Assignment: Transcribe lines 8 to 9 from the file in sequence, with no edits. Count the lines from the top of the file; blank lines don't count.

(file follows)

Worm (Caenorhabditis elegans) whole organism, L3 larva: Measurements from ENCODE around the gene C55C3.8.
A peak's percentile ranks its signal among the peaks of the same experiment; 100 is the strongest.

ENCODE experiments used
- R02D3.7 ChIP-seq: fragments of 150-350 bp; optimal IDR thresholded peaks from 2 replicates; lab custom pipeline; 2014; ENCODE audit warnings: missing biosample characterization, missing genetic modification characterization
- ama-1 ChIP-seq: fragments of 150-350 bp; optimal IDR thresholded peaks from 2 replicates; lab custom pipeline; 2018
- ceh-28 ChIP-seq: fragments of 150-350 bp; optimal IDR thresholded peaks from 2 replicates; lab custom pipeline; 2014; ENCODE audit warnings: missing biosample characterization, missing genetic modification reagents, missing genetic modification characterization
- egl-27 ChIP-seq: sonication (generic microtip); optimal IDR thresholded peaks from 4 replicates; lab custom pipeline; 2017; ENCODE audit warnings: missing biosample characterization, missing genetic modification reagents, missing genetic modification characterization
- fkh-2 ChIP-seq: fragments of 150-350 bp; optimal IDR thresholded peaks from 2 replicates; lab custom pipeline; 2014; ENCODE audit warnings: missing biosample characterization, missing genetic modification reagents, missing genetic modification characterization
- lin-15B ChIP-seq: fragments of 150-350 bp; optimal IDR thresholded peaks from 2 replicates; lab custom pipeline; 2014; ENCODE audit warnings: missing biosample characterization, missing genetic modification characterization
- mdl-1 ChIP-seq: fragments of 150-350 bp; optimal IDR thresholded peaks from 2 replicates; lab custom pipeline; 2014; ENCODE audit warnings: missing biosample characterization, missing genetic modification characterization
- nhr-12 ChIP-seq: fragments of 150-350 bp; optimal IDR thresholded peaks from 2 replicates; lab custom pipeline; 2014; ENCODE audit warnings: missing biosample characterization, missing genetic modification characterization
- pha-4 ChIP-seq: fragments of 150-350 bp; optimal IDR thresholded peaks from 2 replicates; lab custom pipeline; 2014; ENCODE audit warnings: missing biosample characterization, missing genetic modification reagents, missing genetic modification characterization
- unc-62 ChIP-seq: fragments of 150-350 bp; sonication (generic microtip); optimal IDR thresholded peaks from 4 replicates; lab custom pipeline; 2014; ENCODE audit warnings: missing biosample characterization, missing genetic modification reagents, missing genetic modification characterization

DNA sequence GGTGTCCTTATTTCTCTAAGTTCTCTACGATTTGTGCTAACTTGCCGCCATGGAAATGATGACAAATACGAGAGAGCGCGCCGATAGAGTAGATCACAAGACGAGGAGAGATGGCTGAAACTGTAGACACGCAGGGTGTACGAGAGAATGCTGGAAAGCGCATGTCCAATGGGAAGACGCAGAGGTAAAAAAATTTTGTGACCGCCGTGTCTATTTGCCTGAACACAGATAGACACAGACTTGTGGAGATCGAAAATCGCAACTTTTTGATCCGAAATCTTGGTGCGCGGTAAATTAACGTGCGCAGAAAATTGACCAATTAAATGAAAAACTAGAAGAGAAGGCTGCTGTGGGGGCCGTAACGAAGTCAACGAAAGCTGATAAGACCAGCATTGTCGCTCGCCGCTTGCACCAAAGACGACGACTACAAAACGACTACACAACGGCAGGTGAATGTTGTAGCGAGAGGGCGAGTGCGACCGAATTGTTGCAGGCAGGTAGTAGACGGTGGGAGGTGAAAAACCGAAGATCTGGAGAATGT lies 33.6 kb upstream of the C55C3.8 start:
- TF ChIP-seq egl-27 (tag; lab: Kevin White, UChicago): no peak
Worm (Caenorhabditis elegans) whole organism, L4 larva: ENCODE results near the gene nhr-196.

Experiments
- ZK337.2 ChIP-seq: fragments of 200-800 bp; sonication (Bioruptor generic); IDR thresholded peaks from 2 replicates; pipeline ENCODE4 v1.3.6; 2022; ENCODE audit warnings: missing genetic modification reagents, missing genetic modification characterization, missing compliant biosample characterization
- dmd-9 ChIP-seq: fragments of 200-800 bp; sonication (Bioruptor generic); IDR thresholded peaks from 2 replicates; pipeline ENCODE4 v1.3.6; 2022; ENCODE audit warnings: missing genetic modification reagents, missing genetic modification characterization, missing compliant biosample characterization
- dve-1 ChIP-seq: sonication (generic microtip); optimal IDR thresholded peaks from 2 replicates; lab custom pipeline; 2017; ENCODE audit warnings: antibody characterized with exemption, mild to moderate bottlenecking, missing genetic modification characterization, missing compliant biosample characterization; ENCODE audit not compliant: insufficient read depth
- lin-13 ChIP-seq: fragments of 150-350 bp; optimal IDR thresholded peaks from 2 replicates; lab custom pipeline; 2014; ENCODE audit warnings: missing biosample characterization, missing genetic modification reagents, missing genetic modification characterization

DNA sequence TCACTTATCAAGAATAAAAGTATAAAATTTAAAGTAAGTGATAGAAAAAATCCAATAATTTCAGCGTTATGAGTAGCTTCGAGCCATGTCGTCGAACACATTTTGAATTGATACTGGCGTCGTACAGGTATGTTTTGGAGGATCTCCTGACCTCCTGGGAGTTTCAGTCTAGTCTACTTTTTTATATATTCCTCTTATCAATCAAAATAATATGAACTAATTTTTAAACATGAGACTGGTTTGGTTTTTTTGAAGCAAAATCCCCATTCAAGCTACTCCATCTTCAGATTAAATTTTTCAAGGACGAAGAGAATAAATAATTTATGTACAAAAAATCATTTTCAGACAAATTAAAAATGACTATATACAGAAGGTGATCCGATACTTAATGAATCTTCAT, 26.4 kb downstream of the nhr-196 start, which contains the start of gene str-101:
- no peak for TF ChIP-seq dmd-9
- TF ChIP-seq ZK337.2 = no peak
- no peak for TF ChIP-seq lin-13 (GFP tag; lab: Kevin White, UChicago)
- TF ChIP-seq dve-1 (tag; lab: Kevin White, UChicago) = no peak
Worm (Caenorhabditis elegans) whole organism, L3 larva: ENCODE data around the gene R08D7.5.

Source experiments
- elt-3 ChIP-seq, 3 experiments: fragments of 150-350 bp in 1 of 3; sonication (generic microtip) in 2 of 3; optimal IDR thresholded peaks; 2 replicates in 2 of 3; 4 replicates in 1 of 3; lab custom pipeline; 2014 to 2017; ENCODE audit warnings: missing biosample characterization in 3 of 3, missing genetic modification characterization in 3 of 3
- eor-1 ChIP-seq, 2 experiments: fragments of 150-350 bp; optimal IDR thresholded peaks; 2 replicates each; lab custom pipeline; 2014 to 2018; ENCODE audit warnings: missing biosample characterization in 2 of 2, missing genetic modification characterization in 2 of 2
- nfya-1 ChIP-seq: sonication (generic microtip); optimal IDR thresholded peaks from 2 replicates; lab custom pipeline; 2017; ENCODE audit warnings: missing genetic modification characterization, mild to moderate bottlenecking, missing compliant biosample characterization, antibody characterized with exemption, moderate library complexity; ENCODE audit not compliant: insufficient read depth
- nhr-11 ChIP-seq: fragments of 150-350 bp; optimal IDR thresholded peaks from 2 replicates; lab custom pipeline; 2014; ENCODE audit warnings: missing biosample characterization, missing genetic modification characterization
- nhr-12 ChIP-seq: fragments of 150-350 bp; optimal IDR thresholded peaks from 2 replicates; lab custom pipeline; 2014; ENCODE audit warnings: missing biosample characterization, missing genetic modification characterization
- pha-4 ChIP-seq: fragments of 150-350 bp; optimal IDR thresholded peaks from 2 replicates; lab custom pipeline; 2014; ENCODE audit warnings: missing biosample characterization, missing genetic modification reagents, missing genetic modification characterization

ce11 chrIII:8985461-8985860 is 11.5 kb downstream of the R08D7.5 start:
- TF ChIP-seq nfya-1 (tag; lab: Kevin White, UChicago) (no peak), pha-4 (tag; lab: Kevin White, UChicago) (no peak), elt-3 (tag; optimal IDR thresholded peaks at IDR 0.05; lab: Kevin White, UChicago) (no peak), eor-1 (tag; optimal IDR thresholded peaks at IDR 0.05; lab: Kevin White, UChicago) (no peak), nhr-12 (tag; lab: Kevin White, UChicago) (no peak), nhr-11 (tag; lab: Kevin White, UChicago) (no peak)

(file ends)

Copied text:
- fkh-2 ChIP-seq: fragments of 150-350 bp; optimal IDR thresholded peaks from 2 replicates; lab custom pipeline; 2014; ENCODE audit warnings: missing biosample characterization, missing genetic modification reagents, missing genetic modification characterization
- lin-15B ChIP-seq: fragments of 150-350 bp; optimal IDR thresholded peaks from 2 replicates; lab custom pipeline; 2014; ENCODE audit warnings: missing biosample characterization, missing genetic modification characterization